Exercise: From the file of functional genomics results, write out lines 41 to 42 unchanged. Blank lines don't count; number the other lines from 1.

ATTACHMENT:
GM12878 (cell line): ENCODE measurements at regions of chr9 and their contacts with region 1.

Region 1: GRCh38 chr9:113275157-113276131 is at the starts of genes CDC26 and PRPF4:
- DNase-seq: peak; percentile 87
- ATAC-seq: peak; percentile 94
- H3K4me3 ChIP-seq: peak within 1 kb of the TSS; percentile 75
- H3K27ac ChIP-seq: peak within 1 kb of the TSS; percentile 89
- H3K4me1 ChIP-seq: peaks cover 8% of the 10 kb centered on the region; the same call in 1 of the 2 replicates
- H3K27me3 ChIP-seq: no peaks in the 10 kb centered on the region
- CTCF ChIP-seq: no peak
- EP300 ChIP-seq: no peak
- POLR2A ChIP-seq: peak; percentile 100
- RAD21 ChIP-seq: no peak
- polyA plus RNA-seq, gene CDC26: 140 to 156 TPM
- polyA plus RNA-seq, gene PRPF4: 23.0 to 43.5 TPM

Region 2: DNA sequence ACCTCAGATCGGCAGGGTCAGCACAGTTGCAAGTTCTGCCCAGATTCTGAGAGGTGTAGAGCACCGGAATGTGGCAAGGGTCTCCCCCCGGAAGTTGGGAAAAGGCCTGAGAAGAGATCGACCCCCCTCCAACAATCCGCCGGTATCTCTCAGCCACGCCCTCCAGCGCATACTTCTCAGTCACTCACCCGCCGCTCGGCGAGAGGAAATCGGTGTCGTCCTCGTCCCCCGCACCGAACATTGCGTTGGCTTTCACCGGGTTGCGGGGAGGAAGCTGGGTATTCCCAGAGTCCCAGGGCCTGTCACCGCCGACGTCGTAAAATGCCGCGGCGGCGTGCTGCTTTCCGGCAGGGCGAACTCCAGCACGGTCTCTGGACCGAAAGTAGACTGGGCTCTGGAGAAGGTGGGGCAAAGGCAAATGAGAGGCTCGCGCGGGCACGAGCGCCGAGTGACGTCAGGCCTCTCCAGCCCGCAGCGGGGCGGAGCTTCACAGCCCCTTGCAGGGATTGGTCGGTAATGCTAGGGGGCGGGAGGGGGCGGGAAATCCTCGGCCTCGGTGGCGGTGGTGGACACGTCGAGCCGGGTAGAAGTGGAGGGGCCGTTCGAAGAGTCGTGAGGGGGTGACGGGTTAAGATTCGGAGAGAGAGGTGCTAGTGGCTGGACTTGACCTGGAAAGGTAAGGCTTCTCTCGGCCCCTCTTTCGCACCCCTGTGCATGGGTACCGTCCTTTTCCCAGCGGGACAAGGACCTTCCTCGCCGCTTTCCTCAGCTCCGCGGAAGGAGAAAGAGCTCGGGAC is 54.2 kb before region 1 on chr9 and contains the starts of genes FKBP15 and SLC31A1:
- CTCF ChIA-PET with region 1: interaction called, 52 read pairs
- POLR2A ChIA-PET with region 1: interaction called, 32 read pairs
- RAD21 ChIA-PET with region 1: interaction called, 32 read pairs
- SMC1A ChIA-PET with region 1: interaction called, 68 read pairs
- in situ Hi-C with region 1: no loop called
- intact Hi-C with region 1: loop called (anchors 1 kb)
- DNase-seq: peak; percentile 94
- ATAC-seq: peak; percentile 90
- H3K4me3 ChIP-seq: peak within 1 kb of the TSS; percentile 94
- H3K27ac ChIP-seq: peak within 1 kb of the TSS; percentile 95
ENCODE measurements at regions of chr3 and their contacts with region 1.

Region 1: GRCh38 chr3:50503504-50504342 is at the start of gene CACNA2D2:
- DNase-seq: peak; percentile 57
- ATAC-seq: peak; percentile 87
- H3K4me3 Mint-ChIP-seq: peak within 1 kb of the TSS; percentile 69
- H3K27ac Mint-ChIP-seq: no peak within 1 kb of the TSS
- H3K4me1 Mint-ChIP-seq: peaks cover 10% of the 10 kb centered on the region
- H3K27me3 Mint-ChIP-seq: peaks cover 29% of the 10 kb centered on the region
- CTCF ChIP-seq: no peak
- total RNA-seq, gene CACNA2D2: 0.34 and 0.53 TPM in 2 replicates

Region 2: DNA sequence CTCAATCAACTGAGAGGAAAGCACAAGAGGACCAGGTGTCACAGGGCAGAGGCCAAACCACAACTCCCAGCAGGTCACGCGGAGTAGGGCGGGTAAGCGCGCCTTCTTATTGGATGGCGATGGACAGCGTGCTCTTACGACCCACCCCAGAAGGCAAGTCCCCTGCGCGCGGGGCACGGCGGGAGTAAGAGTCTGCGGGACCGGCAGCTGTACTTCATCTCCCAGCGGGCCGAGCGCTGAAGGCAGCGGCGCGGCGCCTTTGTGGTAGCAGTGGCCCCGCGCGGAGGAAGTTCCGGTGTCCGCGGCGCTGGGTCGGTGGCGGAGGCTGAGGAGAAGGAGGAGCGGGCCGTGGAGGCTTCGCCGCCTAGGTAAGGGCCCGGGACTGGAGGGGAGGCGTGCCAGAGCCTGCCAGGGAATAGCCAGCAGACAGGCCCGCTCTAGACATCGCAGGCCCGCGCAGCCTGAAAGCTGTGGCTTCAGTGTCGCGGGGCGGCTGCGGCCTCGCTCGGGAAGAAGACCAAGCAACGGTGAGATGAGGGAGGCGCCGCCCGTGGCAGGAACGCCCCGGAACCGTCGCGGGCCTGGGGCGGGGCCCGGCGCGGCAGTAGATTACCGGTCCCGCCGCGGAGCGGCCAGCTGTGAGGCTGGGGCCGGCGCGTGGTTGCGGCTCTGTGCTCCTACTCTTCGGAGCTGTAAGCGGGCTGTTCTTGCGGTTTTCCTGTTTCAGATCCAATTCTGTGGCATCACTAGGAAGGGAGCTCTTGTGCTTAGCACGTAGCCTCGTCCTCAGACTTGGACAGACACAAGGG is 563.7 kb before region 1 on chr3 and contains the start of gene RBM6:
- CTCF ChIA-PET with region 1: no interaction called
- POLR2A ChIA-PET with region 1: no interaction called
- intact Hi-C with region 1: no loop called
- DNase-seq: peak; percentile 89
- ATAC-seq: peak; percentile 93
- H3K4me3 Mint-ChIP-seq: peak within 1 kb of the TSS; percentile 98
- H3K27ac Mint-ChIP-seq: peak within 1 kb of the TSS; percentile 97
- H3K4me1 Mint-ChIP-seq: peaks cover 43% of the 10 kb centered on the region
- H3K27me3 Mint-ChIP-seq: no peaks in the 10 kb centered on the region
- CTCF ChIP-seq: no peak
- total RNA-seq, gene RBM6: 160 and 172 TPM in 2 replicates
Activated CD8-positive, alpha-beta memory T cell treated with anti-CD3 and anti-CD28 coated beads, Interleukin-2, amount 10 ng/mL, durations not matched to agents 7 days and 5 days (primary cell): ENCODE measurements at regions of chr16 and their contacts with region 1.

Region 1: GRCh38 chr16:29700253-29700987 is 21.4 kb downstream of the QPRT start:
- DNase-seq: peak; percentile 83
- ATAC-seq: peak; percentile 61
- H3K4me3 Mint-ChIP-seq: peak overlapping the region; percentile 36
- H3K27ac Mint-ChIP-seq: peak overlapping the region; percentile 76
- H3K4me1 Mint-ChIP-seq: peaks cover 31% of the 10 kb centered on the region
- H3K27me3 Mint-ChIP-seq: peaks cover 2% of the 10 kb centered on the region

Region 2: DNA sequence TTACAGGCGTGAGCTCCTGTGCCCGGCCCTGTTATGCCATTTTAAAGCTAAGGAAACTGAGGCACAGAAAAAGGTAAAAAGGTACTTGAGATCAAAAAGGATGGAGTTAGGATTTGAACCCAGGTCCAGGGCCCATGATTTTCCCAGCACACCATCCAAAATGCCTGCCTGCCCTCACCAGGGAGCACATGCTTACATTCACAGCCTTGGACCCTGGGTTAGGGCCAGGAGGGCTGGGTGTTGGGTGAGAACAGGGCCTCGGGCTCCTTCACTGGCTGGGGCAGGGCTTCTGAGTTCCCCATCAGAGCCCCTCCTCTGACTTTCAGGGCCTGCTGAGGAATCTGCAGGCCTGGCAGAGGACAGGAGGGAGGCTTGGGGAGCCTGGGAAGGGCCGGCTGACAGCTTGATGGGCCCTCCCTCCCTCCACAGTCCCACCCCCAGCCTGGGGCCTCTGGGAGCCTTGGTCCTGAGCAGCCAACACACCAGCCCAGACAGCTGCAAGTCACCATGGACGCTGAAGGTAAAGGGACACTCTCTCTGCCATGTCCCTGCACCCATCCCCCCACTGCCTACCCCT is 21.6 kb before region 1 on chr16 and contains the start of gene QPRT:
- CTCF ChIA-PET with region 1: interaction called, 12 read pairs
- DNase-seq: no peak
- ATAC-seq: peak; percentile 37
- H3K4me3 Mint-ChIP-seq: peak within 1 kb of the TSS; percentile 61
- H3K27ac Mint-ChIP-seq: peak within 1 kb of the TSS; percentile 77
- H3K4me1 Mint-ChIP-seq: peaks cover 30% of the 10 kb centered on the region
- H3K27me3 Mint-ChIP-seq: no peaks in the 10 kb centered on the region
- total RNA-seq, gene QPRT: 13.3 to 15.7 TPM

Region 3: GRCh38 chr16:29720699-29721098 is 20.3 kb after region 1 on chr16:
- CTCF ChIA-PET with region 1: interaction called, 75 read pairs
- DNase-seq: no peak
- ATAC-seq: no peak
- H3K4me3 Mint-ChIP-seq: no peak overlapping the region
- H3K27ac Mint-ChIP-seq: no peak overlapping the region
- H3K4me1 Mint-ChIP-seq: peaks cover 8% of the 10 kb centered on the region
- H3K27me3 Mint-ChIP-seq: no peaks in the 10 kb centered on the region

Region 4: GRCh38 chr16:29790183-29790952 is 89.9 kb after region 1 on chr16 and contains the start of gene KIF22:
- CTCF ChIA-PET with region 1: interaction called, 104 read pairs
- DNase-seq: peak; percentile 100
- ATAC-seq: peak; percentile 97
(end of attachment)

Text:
- ATAC-seq: peak; percentile 93
- H3K4me3 Mint-ChIP-seq: peak within 1 kb of the TSS; percentile 98